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Hospital Advocates For Restoration Of Immunization Programs

Established in 1947, Gertrude’s Children’s Hospital is a not-for-profit Children’s Hospital. Gertrude’s Children’s Hospital is the most established paediatric hospital in Eastern and Central Africa, providing healthcare to children in Kenya as well as those referred from neighbouring countries. The hospital attends to over 300,000 outpatients annually through a network of 15 facilities in and around Nairobi and admits over 9,000 patients annually at its 100-bed facility located at Muthaiga, Nairobi. Gertrude’s Children’s Hospital provides specialist care covering more than 20 aspects of paediatric specialisation, and also runs a teens’ clinic providing comprehensive healthcare to teenagers and young adults. Gertrude’s Children’s Hospital is licensed and recognised as a Level 5 Healthcare Facility, a Tertiary Referral and Teaching Children’s Hospital. The facility is advocating for the restoration of immunization which was disrupted by the Covid-19 pandemic as Fred Odhiambo narrates.

Gertrude’s Children’s Hospital is urging all health-care stakeholders to step up efforts to restore immunization programs across the country, despite the slowdown caused by the Covid-19 pandemic. As Kenya and the rest of the world observe World Immunization Week, the country’s health sector must refocus its efforts on immunization campaigns to protect children from the growing risk of contracting deadly childhood diseases such as pneumonia, measles, diarrhoea, and polio.

Gertrude’s Children’s Hospital Chief Executive Officer, Dr. Robert Nyarango, said: “Although we’ve known about their value for more than 200 years, the value of vaccines has been thrust into the limelight as we worked together to flatten the Covid-19 curve. In addition to the lives that can be saved through timely routine immunisation, there is great potential to reduce the disease burden on individuals, families and communities through savings on time, medical expenses, and productivity.”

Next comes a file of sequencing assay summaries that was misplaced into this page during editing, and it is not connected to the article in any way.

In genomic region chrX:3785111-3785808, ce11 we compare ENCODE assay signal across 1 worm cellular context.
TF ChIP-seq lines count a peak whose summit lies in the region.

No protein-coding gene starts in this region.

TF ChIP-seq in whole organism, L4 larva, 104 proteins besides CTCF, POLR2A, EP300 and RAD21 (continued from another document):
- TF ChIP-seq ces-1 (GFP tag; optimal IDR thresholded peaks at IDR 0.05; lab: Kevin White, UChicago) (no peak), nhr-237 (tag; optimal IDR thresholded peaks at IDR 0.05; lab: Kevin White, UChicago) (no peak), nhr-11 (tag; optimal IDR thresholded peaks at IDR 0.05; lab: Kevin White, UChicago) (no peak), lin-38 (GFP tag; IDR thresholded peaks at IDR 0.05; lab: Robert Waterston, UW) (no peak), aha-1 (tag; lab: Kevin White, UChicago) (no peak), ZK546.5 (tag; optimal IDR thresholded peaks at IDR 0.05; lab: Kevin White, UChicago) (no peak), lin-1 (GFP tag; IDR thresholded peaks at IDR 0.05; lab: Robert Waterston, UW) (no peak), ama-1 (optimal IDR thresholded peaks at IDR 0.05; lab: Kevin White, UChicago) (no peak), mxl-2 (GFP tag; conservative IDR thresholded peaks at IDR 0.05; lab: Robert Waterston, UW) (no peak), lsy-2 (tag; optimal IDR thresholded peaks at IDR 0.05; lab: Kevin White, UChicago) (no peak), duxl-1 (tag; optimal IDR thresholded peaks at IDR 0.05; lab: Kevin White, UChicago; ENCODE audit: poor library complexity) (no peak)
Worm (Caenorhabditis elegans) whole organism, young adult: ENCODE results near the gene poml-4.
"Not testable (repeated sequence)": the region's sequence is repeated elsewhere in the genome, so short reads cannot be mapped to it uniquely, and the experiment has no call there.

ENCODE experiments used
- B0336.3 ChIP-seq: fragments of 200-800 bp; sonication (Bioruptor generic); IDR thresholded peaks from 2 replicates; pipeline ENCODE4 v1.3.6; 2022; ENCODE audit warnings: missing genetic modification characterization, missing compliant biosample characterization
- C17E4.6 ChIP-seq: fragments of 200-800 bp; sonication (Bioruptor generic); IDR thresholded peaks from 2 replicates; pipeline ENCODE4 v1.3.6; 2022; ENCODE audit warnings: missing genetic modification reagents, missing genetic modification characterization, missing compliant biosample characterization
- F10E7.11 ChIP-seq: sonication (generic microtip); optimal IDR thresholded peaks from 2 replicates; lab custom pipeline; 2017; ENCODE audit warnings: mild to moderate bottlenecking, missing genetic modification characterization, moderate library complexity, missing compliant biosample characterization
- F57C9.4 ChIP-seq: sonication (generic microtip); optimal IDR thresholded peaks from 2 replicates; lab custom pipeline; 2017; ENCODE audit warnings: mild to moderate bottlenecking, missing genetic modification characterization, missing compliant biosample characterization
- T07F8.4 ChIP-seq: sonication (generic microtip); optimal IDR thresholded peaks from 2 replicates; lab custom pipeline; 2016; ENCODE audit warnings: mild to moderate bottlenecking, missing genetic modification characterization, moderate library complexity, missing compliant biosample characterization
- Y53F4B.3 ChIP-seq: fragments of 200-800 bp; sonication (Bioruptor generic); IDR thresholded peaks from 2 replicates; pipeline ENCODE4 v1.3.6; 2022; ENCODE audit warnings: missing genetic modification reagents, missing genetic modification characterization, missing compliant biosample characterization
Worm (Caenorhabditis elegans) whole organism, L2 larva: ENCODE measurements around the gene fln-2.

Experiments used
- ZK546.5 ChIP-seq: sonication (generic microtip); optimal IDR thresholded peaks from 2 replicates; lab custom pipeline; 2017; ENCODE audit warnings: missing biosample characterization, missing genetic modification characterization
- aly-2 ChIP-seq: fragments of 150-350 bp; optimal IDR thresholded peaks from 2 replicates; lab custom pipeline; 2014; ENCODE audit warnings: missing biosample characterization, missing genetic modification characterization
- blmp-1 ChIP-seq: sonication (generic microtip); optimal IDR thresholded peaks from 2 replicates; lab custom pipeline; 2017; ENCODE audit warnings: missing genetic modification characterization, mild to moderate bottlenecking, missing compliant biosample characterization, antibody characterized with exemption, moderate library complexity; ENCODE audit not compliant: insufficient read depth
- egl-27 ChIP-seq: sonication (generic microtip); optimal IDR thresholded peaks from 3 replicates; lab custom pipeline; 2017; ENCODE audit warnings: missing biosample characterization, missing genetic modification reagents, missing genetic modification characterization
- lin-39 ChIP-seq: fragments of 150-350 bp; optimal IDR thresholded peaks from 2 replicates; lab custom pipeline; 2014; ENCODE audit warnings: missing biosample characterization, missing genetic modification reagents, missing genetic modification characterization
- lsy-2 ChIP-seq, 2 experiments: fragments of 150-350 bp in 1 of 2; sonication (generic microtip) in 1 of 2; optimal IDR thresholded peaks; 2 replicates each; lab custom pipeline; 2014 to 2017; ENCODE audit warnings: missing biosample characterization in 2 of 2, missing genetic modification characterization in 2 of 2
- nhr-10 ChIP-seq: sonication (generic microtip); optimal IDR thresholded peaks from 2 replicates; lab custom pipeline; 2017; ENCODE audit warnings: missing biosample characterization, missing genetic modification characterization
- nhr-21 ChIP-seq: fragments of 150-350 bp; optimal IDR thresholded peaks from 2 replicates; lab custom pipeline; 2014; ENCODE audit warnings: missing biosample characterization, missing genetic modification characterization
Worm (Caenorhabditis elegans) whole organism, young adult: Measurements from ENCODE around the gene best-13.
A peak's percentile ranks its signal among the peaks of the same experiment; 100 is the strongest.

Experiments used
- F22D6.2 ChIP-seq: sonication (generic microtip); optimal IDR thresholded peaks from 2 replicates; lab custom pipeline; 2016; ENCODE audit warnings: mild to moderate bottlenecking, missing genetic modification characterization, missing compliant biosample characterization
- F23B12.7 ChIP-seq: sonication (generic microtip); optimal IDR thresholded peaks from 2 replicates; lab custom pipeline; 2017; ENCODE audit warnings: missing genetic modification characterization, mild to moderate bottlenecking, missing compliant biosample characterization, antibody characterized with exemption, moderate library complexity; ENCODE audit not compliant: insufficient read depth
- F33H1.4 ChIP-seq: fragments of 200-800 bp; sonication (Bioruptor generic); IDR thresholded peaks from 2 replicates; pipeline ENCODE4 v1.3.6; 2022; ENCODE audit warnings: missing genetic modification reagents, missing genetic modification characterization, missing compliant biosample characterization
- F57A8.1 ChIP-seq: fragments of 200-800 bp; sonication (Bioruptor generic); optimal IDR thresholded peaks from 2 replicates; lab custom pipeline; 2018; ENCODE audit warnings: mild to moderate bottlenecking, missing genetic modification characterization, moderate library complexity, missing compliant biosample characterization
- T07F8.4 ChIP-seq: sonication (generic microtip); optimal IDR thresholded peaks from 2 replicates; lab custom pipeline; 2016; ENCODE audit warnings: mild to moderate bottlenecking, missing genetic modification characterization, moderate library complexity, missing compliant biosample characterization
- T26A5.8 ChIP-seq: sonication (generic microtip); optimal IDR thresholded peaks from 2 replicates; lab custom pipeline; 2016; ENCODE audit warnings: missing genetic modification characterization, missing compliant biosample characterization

Immunization is one of the most effective and cost-effective methods of improving public health outcomes. According to the World Health Organization, it saves up to 4 million lives each year. Unfortunately, a number of Kenyans continue to miss their vaccinations, resulting in 64,500 children dying each year, the majority of them from preventable causes, according to the United Nations International Children’s Emergency Fund (UNICEF).

According to Ministry of Health data, immunization coverage has remained at 80 percent despite efforts to raise it to 90 percent through various programs. The Covid-19 pandemic has hampered efforts to increase immunization, with UNICEF reporting that at least half of the 129 countries with data reporting moderate to severe disruptions in childhood immunization services.

Dr. Nyarango added: “We are now looking towards recovery and growth after the worst of the global pandemic. The theme for this year’s World Immunisation Week, ‘Long Life for All’, should serve as clarion call for all of us to work together towards ensuring children can grow to live healthy, fulfilling lives.”

Marked between April 24th and 30th, the goal of Immunization Week is to strengthen immunization programs by raising awareness of the importance of every person’s (particularly every child and woman’s) need and right to be protected from vaccine-preventable diseases.

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